Robert grew up in Montreal where he developed his deep love of music, attaining his Bachelor and Master of Music degrees from McGill University and a PhD in Musicology at the UBC School of Music. Aside from his accomplished career in music his greatest achievement is in the number of students he imbued with his own love of and excellence in music. In his spare time, Robert enjoyed the great wide wilderness, hiking, camping and fighting off bears when the occasion arose.

PEGGY PRIOR  1922 - 2011

Peggy was a gifted and discerning musician, who studied and continued to learn new music all her life. She taught the piano to children and adults for over 60 years, and many of her pupils became piano teachers themselves. Sought after as an accompanist, she played for the Kiwanis Glee Club for many years, and accompanied individual singers at music festivals. She Is greatly missed by the many pianists and teachers to whom she was a mentor, guide and dear friend. A tribute to Peggy was written by Carla Dodek in 2009, please click here to read the article.

(Vancouver Sun 2011)

Amy Ruth Strickland 1922 -2011

Amy was born in Dauphin, Manitoba where she began to play the church organ at 12 years old. She studied piano throughout her school years, eventually moving to Winnipeg and then Toronto to attain her two degrees. After the war, Amy and husband Don relocated to Vancouver where she continued performing and teaching. She was involved in the founding of the Vancouver chapter of the BCRMTA and loved going to the conventions; she was especially pleased to be able to attend on the 60th anniversary of her membership! She also was an Honorary Life Member of the Vancouver Women's Musical Society and was involved in organizing many scholarship competitions for young performers. In 1983, Amy and Don retired to Saltair, BC, to their scenic waterfront home they called Paradise Acre". Amy soon became involved in the musical scene and was well known for playing for services at a variety of churches. She belonged to the Chemainus Seniors Center where she played piano for many senior's musicals and she ran the Choral Group that sang in many concerts over the years.

(Vancouver Sun 2011)

MARGUERITE ECHAUS 1958- 2010

Marguerite M. Echaus, pianist, pedagogue, and valued member of our music community, passed away in January 2010 in the Philippines. Marguerite began her music studies at age 6 at St. Scholastica’s College, Manila, Philippines. Through the years she received much encouragement from her professors and eventually pursued her interests abroad in the USA, Canada, and Switzerland.

Her resume was impressive including a Bachelor of Music in Piano Performance (Magna cum laude) from The Catholic University of America (Washington, D.C.), a Master of Music Education from Holy Names College (Oakland, California), and a Professional Teaching Certificate from the University of B.C. (Vancouver), as well as the Sigma Alpha Iota Honor Certificate (for academic excellence) and a listing on the Pi Kappa Lambda (National Honor Society for Musicians) and the National Dean’s List Publication. In addition to these many academic achievements, she also performed in solo and collaborative recitals in the Philippines and Vancouver.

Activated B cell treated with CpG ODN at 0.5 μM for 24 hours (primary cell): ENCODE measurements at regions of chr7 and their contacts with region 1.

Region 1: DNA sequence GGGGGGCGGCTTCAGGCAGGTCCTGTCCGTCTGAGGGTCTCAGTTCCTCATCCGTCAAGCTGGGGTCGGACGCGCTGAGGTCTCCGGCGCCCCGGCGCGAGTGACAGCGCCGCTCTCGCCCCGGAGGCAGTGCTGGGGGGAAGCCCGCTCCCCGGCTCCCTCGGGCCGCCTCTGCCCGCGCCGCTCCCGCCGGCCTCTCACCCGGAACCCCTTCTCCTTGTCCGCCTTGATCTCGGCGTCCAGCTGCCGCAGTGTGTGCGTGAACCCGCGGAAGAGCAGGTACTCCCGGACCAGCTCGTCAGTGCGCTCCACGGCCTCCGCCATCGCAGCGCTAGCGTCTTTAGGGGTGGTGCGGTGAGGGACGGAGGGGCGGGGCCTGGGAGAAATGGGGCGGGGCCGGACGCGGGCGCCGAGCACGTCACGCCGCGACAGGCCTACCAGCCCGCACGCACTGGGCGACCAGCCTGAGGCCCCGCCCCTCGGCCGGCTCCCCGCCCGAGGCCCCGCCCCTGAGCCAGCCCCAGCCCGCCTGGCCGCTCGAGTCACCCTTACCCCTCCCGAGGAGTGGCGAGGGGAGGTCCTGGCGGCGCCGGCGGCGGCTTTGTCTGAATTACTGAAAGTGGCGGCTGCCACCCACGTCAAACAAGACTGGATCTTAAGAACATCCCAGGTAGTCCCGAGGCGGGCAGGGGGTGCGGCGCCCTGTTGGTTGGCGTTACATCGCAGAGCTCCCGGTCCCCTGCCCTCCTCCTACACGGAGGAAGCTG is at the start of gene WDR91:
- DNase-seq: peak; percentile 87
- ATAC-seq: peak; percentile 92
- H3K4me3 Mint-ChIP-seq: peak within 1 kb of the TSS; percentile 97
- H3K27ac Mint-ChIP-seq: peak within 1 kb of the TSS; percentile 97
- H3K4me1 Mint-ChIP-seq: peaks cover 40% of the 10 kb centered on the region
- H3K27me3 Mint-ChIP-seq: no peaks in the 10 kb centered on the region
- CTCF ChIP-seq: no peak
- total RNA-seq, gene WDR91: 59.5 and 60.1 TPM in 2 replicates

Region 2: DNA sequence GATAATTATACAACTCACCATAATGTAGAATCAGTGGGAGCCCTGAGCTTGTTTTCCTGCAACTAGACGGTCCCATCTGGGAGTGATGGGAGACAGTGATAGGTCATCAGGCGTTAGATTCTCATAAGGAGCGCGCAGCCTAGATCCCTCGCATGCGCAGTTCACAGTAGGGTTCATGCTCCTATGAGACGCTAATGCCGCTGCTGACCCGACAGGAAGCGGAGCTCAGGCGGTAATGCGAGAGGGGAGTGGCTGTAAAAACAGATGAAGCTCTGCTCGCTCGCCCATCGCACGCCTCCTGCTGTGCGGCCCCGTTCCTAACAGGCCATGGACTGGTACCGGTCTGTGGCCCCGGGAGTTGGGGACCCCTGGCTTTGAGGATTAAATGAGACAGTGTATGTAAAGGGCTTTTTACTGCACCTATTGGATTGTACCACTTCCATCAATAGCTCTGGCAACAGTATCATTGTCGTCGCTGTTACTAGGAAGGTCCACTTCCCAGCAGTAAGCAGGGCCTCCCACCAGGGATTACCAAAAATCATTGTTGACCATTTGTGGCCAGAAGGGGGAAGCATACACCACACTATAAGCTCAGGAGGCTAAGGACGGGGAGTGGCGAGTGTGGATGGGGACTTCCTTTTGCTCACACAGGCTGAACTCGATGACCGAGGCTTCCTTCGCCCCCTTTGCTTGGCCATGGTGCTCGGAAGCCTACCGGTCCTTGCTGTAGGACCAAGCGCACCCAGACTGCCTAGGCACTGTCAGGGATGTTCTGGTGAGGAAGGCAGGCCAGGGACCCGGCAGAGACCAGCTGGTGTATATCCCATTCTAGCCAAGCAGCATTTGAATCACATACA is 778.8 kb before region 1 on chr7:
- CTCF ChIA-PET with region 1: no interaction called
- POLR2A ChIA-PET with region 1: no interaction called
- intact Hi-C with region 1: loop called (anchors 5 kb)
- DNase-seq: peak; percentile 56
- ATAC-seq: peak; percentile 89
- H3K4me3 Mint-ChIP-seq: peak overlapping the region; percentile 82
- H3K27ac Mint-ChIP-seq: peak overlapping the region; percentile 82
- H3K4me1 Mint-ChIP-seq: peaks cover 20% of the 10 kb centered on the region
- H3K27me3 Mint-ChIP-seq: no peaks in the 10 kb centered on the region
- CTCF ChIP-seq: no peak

Marguerite was an enthusiastic and generous teacher. She was thoroughly trained, not only in piano pedagogy but also in Suzuki Piano, Yamaha Group Piano, Orff and Kodaly methods as well and she was head of the Orff department at the Vancouver Academy of Music for many years. To complement her teaching activities, Marguerite volunteered with the Vancouver RMT Branch Executive. Over two decades, she served in various roles, among them the positions of Recording Secretary, Treasurer, and SPG Chairperson. Marguerite was always cheerful, professional, and thorough in her duties, and she could be counted on in difficult circumstances. She gave much to our community and will be remember always with fondness.

(B. Siemens 2010)

ELEANOR HARKNESS 1917 -  2009

Eleanor’s passion for music was evident from a young age. Once her own training was completed, she worked tirelessly as an advocate for early childhood music education and she was revered as one of the premier Kelly Kirby Method teachers. As a 61 year member of the Vancouver Branch, she served in several executive  positions including president. Eleanor continued to attend meetings and support the RMT until the seasoned age of 90. Her legacy continues in the musicians and teachers she inspired who are now active in our community.

(B. Siemens 2019)

Nan (Mary Agnes) Gorringe 1946 - 2006

From an early age, Nan studied piano with a number of renowned teachers including Anton Kuerti and Deuardo Del Pueyo, and she received many awards along the path to herself becoming a distinguished piano teacher, examiner and adjudicator. She completed the Royal Conservatory of Toronto examinations with first class honours, and was the first student at the Banff School of Fine Arts to be awarded a full scholarship in both piano performance and pedagogy. The many awards and diplomas she earned include the A.R.C.T. Special, Performers and Teachers Diplomas and L.T.C.L. (Piano). She was a senior examiner (piano specialist) for the Royal Conservatory of Music (Toronto). Nan graciously and generously opened her home and studio, and shared her life with the families and students she inspired over the years, as well as her treasured dogs.

(Vancouver Sun 2006)